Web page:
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What healthcare services do people with musculoskeletal conditions need? The role of rheumatology
  1. Anthony D Woolf
  1. Correspondence to:
    Professor A D Woolf
    Department of Rheumatology, Peninsula Medical School, Universities of Exeter and Plymouth, Royal Cornwall Hospital, Truro TR1 3LJ, UK;anthony.woolf{at}btopenworld.com

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Rheumatology services to meet the needs of people with musculoskeletal conditions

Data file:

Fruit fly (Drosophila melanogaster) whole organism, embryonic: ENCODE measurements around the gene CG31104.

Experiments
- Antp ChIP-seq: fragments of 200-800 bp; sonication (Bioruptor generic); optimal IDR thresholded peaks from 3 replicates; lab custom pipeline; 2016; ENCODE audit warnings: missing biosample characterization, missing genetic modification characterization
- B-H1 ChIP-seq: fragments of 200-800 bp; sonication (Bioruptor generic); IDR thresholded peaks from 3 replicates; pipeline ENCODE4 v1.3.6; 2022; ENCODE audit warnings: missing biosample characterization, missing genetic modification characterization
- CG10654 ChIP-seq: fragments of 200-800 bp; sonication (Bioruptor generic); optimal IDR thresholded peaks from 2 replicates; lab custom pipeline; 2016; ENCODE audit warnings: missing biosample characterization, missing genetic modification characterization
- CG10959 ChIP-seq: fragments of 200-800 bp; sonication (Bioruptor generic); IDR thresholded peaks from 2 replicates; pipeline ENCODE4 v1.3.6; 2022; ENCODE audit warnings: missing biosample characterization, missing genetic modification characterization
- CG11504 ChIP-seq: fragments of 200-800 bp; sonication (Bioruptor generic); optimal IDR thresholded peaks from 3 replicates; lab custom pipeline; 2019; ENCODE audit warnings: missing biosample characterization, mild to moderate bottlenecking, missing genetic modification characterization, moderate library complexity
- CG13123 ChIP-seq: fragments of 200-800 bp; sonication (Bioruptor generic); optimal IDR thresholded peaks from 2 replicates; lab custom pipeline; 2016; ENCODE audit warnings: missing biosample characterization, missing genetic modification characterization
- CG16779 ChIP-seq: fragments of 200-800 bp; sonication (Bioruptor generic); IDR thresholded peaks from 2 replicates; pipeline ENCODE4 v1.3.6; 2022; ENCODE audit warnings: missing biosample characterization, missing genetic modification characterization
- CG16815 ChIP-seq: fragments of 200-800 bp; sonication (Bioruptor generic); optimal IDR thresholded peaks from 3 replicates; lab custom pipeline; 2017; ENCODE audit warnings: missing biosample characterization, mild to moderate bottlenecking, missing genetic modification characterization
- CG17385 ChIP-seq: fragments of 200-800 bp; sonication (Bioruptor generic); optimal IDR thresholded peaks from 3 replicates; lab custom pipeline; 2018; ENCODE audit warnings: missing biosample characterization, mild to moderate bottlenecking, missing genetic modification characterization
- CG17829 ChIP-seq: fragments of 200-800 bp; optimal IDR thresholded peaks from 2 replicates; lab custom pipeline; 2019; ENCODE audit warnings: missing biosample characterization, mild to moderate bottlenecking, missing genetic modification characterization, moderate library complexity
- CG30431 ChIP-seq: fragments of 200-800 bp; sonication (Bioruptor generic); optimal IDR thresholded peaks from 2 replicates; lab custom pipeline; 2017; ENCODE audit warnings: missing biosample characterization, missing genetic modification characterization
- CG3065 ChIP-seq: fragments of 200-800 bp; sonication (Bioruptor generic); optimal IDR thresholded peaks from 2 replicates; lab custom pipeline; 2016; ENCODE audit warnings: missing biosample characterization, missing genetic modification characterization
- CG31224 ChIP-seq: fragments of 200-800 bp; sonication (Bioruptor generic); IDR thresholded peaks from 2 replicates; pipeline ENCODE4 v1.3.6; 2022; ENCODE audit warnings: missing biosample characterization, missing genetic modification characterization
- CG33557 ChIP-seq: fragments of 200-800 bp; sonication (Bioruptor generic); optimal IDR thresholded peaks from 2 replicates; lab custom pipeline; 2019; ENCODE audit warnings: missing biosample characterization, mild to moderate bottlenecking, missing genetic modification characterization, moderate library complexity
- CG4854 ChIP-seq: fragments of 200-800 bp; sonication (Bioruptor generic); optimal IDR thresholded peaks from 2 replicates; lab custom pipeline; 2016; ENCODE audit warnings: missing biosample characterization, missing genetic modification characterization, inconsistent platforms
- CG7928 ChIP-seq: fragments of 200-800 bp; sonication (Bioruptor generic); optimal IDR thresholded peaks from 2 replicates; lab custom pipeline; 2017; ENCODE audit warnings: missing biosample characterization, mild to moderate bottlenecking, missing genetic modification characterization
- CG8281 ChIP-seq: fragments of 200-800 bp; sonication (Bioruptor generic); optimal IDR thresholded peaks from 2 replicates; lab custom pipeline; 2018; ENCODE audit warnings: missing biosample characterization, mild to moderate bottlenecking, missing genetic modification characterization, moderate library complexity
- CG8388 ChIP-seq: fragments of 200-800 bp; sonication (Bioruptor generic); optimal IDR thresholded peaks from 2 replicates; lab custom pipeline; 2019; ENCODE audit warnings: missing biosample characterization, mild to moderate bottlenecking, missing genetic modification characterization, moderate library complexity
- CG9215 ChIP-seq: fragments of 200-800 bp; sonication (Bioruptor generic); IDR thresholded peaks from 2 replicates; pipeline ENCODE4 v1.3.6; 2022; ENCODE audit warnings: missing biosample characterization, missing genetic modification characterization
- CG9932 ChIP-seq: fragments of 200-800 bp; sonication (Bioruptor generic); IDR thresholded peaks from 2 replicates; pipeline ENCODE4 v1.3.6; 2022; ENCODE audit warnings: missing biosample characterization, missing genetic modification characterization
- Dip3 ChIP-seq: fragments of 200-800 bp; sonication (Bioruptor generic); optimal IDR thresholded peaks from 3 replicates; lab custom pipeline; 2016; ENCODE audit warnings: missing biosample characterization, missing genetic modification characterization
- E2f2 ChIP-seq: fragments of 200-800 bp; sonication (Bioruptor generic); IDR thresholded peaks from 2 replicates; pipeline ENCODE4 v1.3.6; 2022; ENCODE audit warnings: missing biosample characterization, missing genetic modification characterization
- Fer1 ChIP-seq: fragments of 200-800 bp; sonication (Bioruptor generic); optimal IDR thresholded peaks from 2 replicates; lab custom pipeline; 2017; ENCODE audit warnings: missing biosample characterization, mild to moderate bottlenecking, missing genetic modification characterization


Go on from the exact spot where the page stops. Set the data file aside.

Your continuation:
Musculoskeletal conditions are very common across Europe, affecting all ages, and the associated physical disability is an enormous burden on individuals and society.1 They can be effectively prevented and controlled in many situations but this is not at present fully achieved, partly because people—both the public and health professionals—are unaware of what modern management has to offer. Timely access to appropriate management is essential for all those who have musculoskeletal problems if the burden is to be reduced,2 but this is not the situation for all across Europe. The European Union of Medical Specialists (UEMS) Section of Rheumatology/European Board of Rheumatology have made recommendations in this issue of what services are required to meet these needs.